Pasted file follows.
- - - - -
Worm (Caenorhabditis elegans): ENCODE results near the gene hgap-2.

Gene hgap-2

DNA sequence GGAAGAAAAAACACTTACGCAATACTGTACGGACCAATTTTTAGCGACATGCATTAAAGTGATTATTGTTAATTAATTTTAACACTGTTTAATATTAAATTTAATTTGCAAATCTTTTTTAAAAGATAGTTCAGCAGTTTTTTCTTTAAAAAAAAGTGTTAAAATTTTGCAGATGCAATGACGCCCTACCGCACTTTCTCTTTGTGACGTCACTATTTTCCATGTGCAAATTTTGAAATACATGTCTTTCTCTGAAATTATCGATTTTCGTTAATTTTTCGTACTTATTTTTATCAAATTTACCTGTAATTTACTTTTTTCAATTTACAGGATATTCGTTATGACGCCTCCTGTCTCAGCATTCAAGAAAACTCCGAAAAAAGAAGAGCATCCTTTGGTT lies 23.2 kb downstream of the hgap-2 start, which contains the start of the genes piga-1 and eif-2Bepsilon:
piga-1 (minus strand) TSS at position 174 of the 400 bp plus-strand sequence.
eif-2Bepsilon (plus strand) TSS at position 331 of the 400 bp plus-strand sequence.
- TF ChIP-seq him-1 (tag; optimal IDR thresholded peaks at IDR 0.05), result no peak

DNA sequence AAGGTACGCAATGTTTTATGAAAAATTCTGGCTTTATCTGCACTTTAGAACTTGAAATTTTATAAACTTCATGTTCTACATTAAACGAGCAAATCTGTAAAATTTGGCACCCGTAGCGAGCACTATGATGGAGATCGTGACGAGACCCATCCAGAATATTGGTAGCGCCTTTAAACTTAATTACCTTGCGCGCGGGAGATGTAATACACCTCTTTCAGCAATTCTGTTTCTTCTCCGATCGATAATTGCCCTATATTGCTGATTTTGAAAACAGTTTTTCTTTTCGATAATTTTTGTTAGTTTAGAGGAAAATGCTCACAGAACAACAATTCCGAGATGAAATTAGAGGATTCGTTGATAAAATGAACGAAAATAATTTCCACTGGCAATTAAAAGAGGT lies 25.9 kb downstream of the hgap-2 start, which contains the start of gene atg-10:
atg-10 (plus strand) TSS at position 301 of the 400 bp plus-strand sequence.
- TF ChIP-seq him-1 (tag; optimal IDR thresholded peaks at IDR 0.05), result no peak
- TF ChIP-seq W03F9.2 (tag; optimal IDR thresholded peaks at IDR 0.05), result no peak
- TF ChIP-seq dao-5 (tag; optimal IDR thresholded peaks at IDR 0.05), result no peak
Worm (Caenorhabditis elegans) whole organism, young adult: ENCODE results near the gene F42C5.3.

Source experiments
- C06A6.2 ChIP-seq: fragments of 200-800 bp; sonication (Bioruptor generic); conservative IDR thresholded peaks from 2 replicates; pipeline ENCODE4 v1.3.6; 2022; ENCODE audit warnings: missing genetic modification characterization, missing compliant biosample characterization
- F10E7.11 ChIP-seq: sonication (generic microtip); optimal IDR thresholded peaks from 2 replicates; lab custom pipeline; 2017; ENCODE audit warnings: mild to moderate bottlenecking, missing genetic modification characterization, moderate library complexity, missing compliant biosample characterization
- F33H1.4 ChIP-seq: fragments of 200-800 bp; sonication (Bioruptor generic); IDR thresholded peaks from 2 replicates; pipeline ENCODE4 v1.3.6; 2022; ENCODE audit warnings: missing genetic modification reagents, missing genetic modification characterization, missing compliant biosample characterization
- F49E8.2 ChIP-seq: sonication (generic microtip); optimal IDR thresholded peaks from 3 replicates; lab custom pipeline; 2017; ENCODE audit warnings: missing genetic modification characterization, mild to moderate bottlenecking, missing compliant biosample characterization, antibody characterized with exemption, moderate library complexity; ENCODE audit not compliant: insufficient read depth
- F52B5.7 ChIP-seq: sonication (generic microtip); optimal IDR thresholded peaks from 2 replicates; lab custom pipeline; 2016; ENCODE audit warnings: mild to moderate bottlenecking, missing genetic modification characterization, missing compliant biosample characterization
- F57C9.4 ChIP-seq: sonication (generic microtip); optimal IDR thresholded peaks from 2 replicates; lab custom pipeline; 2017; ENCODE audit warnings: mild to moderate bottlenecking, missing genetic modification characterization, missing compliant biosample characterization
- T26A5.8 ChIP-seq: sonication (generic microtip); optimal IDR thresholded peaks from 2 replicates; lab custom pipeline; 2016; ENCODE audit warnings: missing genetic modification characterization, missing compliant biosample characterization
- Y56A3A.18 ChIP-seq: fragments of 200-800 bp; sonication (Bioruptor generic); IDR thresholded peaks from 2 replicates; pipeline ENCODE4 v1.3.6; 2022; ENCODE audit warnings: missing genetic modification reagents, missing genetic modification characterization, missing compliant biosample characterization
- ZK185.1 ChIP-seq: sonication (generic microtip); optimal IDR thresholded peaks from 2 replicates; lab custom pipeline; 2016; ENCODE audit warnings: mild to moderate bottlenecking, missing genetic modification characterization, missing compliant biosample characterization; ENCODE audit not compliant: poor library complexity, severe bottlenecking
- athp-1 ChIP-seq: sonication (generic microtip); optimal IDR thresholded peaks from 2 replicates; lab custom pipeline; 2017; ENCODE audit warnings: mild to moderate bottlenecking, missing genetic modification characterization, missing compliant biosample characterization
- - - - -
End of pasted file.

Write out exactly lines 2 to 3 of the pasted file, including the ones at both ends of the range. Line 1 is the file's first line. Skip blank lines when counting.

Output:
Gene hgap-2

DNA sequence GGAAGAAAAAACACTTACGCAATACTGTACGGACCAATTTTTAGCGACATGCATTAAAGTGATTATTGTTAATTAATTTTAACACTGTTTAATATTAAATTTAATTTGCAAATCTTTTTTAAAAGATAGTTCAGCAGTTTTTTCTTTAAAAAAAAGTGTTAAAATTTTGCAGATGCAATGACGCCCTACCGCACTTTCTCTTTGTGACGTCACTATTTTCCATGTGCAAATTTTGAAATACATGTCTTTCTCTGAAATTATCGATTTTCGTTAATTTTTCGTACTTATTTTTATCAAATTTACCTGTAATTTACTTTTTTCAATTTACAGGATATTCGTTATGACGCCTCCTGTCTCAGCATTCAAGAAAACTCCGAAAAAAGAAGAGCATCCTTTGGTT lies 23.2 kb downstream of the hgap-2 start, which contains the start of the genes piga-1 and eif-2Bepsilon: